Berkeley Will Tax Your Soda Soon, And Nobody's Happier Than Michael Bloomberg

California made history in Tuesday's midterm elections, but it's only going to affect your fridge. Berkeley just passed a law taxing soda and other sugary drinks, and is the first city in the nation to enforce such legislation. The law, known as Measure D, will place a 1-cent-an-ounce tax on sodas, energy drinks, sweetened iced teas, and other beverages with high sugar contents. The move reflects Berkeley's ingenuity and ability to make change as multiple other cities have tried to pass similar measures but failed. And if Berkeley's track record for trendsetting is any indication, the soda tax might catch on elsewhere soon.

Measure D passed in a landslide decision that saw more than three-quarters of the votes supporting the law, according to the Alameda County Registrar of Voters. It had only needed a majority of votes to pass. So how will this new tax affect Berkeley residents? Apparently, soda consumers won't feel too much of a change. The tax will be paid by distributors, not customers, and will impact businesses with annual gross receipts of more than $100,000. These distributors will have to pay about 12 cents more for each can of soda and an additional 68 cents for a two-liter bottle.

Supporters of Measure D, who included the Berkeley Dental Society and the Berkeley City Council and school board, cite the myriad of health problems associated to consuming sugary drinks. Not only do these beverages contribute to America's obesity epidemic, but they are also linked to heart disease, diabetes, high blood pressure, tooth decay, and gout. For many cities, a law like Measure D is common sense.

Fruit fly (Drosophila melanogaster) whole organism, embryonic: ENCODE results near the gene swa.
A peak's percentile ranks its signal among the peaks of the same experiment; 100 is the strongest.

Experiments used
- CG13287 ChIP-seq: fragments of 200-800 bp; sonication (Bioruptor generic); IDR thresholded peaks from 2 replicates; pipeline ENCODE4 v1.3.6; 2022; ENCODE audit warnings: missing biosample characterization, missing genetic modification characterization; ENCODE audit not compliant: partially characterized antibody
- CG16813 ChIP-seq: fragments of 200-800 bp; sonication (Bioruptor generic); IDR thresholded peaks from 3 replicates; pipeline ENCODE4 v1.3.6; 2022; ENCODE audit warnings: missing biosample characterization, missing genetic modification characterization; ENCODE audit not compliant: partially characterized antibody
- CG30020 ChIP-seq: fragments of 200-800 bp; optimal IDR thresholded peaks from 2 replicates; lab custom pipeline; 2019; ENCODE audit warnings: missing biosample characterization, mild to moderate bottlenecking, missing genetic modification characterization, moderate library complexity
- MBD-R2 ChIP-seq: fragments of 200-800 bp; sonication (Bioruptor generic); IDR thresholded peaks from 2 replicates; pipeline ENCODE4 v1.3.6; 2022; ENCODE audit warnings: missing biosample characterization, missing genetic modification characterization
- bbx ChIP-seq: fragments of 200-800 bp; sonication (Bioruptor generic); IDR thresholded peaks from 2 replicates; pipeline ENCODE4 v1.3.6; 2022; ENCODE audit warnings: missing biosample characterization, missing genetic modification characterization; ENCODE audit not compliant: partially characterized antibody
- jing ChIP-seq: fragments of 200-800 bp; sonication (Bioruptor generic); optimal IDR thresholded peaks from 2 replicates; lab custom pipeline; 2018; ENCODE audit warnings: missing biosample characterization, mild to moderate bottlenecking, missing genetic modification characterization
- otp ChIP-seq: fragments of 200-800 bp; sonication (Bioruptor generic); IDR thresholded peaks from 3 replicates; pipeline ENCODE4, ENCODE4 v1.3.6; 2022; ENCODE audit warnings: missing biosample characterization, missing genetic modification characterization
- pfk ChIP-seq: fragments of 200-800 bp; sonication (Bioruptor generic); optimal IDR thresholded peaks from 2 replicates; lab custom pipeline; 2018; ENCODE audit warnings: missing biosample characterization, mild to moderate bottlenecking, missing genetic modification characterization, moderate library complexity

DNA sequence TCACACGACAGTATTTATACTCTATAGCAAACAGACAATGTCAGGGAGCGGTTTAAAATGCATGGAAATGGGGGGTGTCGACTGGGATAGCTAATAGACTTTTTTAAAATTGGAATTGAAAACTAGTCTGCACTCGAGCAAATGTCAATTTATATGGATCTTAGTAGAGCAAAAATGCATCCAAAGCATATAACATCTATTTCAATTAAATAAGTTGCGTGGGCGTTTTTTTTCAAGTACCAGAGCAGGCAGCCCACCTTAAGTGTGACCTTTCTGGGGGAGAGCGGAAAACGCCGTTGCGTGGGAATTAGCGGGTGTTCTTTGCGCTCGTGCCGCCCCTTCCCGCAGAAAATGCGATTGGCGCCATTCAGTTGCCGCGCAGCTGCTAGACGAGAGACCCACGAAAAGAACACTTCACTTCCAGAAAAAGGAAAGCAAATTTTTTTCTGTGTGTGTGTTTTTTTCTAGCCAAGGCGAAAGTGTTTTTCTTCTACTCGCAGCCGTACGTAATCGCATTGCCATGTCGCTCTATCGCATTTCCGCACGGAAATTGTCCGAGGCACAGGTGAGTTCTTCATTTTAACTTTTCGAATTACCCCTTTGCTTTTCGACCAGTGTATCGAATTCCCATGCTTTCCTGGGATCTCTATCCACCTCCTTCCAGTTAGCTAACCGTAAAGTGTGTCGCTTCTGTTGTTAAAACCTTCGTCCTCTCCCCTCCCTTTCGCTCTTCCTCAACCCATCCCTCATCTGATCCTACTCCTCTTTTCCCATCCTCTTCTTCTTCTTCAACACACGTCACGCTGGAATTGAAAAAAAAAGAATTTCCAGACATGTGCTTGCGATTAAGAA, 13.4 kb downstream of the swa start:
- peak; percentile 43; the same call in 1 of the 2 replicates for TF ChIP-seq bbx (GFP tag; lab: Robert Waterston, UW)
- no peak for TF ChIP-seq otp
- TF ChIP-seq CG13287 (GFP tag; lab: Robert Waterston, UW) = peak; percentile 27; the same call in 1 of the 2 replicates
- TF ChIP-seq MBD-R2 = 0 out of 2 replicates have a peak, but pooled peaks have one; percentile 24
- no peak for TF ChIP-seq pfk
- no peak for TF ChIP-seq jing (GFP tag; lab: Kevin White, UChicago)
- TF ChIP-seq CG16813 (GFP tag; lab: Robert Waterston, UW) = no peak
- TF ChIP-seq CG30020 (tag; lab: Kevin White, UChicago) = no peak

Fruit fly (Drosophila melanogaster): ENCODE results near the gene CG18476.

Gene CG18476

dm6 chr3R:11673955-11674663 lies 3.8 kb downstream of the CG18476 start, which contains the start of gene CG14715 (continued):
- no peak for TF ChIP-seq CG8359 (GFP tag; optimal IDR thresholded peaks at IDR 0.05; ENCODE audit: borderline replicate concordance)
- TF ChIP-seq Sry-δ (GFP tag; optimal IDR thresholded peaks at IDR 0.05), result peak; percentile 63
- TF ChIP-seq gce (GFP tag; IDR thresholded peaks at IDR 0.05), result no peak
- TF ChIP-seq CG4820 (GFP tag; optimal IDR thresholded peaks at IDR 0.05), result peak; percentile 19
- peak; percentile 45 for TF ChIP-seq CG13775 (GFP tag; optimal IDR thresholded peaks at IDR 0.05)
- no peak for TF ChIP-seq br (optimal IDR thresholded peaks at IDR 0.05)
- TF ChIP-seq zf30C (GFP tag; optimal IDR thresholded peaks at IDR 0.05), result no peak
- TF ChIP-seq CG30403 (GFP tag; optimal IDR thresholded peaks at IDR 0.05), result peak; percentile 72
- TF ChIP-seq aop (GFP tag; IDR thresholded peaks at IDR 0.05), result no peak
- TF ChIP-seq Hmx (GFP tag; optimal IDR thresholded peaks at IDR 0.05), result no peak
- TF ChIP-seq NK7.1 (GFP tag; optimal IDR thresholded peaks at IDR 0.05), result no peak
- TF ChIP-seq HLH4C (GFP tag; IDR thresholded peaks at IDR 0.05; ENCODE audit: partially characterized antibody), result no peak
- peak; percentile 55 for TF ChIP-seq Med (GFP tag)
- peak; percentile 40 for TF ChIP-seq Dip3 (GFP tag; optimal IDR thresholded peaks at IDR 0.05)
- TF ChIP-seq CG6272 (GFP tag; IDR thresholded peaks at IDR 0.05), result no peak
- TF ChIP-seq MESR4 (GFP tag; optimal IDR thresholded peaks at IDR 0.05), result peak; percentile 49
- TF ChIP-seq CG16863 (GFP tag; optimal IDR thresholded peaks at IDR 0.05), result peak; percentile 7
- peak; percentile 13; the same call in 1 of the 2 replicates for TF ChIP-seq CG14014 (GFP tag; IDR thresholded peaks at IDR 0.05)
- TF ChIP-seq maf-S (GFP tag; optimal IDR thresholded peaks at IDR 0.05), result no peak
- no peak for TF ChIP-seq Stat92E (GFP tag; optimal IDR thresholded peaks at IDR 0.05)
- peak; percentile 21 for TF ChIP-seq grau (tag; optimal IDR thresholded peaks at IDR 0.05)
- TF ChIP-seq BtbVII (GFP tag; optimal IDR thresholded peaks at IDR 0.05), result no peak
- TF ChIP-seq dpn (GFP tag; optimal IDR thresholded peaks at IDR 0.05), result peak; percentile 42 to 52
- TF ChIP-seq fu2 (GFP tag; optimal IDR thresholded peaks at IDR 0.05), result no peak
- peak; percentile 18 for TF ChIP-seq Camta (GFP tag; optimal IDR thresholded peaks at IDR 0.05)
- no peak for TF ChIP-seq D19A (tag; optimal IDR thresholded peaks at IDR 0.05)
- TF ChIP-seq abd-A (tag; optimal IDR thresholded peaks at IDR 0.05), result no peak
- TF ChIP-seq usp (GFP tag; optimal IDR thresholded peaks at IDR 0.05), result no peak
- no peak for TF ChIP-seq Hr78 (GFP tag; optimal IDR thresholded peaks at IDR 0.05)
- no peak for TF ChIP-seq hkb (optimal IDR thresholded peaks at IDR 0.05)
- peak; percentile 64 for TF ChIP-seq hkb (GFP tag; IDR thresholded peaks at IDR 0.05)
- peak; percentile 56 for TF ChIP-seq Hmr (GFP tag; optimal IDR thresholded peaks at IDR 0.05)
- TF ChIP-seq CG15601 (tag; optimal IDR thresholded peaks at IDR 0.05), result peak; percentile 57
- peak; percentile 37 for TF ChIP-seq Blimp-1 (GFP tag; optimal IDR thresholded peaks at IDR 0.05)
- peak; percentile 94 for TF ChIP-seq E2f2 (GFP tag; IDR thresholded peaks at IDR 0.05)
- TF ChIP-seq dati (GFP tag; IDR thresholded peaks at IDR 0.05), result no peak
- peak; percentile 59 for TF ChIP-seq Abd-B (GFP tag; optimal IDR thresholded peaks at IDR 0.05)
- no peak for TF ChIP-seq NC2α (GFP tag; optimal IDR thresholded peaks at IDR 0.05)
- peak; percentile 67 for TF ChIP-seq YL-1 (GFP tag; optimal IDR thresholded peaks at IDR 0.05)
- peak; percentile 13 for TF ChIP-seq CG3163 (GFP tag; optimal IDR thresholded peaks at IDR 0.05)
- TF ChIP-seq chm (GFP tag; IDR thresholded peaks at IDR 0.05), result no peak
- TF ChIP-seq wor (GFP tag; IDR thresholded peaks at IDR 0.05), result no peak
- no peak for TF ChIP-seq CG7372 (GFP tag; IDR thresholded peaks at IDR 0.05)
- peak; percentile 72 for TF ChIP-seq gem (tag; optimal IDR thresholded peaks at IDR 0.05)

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In New York City, former Mayor Michael Bloomberg had tried to enforce a similar law that would have banned large-size sugary drinks from restaurants and eateries. It failed to pass, however, when a state appeals court blocked the proposed law, ruling it unconstitutional. Bloomberg didn't give up his anti-soda ambitions, however, and instead jumped on Berkeley's bandwagon. According to his senior aide, Howard Wolfson, Bloomberg contributed $370,000 to support Measure D, funding television ads and donating directly to the Yes on Measure D campaign.

Meanwhile, opponents of the tax argued that the measure had too many loopholes and not enough safeguards, since it exempted sugary juices, chocolate milk, and diet sodas. And retailers could still purchase non-taxed beverages from outside of the city.

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But for now, Measure D is helping to change the way Americans think about sugary beverages, and the tax could catch on in other cities just like some of Berkeley's previous measures. For example, Berkeley passed a law requiring restaurants to have non-smoking sections in 1977 that spread through the nation. The city also redesigned its curbs in the 1970s to allow better access for wheelchairs, which also caught on nationwide. Vicki Alexander, co-chair of Measure D's campaign group, also referenced curbside recycling and public school food policies in her statement announcing the law's passing, saying that "Berkeley has a proud history of setting nationwide trends."

Sorry, soda lovers, but Berkeley's historic decision might spell the beginning of the end for sugary drinks. Images: Getty Images (2)